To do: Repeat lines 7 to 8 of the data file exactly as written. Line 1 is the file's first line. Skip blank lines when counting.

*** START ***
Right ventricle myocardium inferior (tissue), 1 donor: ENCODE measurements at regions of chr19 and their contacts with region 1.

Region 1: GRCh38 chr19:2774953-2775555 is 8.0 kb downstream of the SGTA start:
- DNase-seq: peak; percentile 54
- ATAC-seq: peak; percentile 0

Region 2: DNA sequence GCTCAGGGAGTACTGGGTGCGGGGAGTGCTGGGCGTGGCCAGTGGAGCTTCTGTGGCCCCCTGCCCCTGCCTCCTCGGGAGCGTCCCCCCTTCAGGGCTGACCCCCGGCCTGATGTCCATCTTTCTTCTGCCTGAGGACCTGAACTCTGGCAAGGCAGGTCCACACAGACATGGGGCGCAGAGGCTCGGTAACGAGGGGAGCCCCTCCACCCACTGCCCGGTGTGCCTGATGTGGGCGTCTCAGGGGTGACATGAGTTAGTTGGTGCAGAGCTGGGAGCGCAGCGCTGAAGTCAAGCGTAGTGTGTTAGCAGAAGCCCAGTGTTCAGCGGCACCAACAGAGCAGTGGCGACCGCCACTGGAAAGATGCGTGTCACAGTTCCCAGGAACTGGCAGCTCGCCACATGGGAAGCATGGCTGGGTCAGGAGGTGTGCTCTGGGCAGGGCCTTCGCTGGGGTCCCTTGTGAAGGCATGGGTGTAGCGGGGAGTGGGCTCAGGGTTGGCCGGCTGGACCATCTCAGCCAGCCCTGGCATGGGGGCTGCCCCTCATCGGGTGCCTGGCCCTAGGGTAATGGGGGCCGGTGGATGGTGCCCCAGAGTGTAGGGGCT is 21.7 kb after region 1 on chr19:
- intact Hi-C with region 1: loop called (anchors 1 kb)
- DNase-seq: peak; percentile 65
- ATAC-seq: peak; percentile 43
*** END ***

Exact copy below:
- DNase-seq: peak; percentile 65
- ATAC-seq: peak; percentile 43